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Early Signs of Stroke

Early Signs of Stroke – Symptoms and Causes

A stroke also known as a brain attack or a cerebrovascular accident (CVA) is caused by a blockage in the blood supply at a specific area of the brain. It can also occur when a certain vessel in the brain ruptures which causes a bleed. A stroke can affect the entire body or a specific part of it. 

In the United States alone every 40 seconds someone has a stroke and every 4 minutes someone dies because of it. It is one of the leading causes of death in America. 

A stroke is a medical emergency and according to the CDC, it should be treated immediately to avoid disability or even death. The early signs of stroke are at times overlooked by people. In this article, we’ll talk about the early signs and symptoms of stroke so you don’t miss them and seek immediate medical attention if you experience any of them.

The 5 Warning Signs of a Stroke

The following are the primary warning signs of stroke:

  1. A sudden numbness or frailty in the face, arm, and leg. More specifically on one side of the body.
  2. Confusion and difficulty speaking
  3. Vision issues in both or one eye
  4. Severe stroke headaches
  5. Balance issue or difficulty walking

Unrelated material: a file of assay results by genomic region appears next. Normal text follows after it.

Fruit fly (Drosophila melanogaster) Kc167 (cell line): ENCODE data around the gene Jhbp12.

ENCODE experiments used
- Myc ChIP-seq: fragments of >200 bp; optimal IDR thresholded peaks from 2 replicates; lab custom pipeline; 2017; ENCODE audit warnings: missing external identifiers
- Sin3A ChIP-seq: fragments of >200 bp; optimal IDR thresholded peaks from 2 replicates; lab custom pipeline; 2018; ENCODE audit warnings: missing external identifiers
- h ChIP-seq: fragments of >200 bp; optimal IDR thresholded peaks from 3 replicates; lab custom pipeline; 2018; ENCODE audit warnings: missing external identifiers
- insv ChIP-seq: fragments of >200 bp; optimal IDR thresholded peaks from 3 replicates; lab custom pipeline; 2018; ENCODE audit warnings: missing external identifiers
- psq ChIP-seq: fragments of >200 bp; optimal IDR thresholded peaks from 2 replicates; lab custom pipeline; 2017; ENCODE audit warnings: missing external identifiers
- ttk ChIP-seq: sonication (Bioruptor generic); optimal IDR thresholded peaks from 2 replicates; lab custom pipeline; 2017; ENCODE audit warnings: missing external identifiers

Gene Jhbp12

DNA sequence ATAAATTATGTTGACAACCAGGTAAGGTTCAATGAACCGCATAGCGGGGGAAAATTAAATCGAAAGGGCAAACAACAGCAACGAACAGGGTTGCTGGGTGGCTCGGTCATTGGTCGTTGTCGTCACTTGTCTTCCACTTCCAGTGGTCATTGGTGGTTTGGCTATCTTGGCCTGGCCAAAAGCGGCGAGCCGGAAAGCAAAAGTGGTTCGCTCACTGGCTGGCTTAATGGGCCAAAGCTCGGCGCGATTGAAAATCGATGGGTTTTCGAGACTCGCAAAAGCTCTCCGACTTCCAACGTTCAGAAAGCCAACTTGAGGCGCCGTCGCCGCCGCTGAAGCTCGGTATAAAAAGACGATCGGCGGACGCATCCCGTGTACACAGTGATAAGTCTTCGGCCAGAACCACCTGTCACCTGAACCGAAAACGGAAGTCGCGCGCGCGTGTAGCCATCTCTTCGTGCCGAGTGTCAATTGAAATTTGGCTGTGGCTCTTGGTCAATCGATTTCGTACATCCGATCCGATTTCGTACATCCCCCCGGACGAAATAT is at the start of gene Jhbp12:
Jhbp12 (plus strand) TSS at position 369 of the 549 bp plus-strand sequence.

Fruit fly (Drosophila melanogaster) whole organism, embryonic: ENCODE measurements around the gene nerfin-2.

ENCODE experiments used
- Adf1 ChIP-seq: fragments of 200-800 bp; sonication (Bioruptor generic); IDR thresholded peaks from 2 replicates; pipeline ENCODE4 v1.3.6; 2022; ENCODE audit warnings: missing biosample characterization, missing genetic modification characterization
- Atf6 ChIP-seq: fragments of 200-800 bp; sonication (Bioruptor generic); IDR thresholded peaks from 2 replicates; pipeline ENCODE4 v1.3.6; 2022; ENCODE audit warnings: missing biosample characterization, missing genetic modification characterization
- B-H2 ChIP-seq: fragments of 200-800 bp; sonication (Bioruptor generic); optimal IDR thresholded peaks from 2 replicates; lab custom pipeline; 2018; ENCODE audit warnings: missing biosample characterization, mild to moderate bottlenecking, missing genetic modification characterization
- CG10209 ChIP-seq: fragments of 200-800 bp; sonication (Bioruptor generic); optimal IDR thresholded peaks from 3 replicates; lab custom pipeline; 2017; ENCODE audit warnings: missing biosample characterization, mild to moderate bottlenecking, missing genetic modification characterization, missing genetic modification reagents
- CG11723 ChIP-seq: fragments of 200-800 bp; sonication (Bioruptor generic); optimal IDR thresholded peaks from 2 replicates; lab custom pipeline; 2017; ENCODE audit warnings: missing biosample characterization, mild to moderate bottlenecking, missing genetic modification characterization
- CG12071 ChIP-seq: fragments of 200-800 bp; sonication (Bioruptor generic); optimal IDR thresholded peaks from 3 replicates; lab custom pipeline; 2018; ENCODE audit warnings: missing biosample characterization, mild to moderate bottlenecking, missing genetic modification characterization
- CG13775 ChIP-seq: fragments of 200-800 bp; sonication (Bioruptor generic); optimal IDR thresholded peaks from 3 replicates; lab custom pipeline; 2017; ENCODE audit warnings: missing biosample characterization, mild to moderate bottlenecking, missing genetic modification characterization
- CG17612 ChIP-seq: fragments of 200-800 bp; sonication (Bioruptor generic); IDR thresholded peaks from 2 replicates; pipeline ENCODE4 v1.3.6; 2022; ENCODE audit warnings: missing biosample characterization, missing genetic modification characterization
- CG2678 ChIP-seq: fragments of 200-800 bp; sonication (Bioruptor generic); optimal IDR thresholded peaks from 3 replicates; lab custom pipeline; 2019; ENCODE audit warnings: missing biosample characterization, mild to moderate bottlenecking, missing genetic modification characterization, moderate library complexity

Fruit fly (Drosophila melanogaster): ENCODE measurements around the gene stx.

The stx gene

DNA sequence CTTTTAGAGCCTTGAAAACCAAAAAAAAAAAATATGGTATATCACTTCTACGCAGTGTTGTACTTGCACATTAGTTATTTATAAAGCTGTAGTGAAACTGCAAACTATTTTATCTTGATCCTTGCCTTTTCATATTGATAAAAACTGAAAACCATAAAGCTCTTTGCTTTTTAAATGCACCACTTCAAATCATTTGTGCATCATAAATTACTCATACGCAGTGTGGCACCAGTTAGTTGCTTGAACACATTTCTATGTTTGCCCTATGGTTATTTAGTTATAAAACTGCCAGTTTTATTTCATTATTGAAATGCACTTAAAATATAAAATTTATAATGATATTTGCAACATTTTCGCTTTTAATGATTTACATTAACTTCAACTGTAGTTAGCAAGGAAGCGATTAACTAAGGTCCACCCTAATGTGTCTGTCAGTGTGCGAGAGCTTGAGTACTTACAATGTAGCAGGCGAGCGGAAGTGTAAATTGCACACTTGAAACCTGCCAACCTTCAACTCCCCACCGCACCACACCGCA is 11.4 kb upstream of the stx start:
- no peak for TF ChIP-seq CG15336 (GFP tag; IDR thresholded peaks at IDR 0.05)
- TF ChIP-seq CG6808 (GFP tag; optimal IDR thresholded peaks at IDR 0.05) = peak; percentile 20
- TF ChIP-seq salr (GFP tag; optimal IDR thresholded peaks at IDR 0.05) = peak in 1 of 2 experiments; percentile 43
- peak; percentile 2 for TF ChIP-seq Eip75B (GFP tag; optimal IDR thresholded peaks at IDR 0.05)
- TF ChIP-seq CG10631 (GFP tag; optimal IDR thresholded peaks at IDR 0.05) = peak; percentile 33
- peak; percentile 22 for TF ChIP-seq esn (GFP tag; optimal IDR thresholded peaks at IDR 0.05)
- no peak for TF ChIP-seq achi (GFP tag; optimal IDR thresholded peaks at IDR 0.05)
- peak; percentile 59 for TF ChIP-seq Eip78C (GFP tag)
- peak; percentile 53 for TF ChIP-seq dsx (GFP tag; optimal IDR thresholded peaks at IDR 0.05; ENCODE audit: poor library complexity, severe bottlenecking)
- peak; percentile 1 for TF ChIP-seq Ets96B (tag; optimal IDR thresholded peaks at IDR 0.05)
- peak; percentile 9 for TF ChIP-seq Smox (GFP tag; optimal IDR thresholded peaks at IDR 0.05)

Act F.A.S.T

It is recommended by many physicians and health institutes to act FAST if they are experiencing any stroke-related symptoms. The treatments that are available for stroke are more effective if the stroke is diagnosed within the first three hours of exhibiting symptoms. The acronym of F.A.S.T (Facial drooping, Arm weakness, Speech difficulties, and Time to call 911) was coined by a group of physicians in the United Kingdom in 1998 to negate the urgency of stroke in the eyes of emergency responders. The acronym is used to define the initial warning signs of stroke and how a person should respond if they experience such signs. 

Early Signs of Stroke Act FAST

Types of Stroke

There are three common types of stroke that are quite prevalent in the United States

1. Ischemic Stroke:

Ischemic stroke or brain ischemia is the most common type of stroke. It accounts for about 87% of all strokes. It happens when an artery or vessel providing blood to the brain is blocked due to plaque (atherosclerosis). The blockage stops the flow of oxygen and blood to the brain. If the flow is restored quickly, it can cause permanent damage and can also lead to death. 

2. Hemorrhagic Stroke

Hemorrhagic stroke is a relatively less common type of stroke. It accounts for up to 13% of all strokes. It is caused when the vessels or arteries that carry blood to the brain are weakened which leads to them rupturing and causing brain bleeds. The blood accumulates in the brain and compresses the surrounding brain tissues. There are two main causes of hemorrhagic stroke:  aneurysms and arteriovenous malformations (AVMs).

3. Transient Ischemic Attack (TIA)

A Transient Ischemic Attack is often referred to as a ministroke. This is caused due to temporary blockage or a decrease in blood flow to the brain. The symptoms subside eventually with it. TIA doesn’t usually cause permanent damage but they are signs of a full-blown stroke ahead.

Signs and Symptoms of stroke in women